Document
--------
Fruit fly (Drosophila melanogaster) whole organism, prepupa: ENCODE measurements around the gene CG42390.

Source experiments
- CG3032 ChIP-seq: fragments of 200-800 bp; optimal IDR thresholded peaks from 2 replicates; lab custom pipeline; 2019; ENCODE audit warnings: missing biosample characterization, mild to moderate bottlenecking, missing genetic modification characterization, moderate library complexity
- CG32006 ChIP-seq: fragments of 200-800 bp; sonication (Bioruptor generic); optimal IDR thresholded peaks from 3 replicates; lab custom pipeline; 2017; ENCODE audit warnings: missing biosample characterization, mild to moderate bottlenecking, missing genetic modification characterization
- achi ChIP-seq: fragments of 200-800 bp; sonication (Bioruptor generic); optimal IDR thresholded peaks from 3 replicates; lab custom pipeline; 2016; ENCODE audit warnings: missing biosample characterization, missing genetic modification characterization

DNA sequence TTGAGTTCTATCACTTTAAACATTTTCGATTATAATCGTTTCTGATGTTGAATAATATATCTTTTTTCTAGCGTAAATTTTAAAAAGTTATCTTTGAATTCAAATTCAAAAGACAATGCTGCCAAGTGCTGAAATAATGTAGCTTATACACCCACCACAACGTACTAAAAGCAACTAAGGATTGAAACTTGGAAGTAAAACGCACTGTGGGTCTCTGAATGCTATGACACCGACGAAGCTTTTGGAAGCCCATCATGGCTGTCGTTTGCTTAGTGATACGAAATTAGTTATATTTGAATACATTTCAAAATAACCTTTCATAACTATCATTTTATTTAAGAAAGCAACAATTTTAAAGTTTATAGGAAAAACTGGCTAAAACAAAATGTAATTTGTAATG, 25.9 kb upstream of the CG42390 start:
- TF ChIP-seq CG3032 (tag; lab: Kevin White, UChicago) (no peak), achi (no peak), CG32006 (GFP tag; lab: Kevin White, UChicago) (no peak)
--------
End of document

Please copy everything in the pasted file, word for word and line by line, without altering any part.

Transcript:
Fruit fly (Drosophila melanogaster) whole organism, prepupa: ENCODE measurements around the gene CG42390.

Source experiments
- CG3032 ChIP-seq: fragments of 200-800 bp; optimal IDR thresholded peaks from 2 replicates; lab custom pipeline; 2019; ENCODE audit warnings: missing biosample characterization, mild to moderate bottlenecking, missing genetic modification characterization, moderate library complexity
- CG32006 ChIP-seq: fragments of 200-800 bp; sonication (Bioruptor generic); optimal IDR thresholded peaks from 3 replicates; lab custom pipeline; 2017; ENCODE audit warnings: missing biosample characterization, mild to moderate bottlenecking, missing genetic modification characterization
- achi ChIP-seq: fragments of 200-800 bp; sonication (Bioruptor generic); optimal IDR thresholded peaks from 3 replicates; lab custom pipeline; 2016; ENCODE audit warnings: missing biosample characterization, missing genetic modification characterization

DNA sequence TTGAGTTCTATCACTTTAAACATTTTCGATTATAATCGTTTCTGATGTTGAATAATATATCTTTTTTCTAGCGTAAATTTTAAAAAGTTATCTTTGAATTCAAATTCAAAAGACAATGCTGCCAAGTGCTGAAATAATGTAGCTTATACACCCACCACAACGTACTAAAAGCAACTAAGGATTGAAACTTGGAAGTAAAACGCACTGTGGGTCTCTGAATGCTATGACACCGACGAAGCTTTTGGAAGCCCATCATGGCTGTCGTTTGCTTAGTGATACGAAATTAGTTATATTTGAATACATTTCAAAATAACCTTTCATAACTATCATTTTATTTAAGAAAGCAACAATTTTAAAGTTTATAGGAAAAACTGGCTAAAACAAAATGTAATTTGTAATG, 25.9 kb upstream of the CG42390 start:
- TF ChIP-seq CG3032 (tag; lab: Kevin White, UChicago) (no peak), achi (no peak), CG32006 (GFP tag; lab: Kevin White, UChicago) (no peak)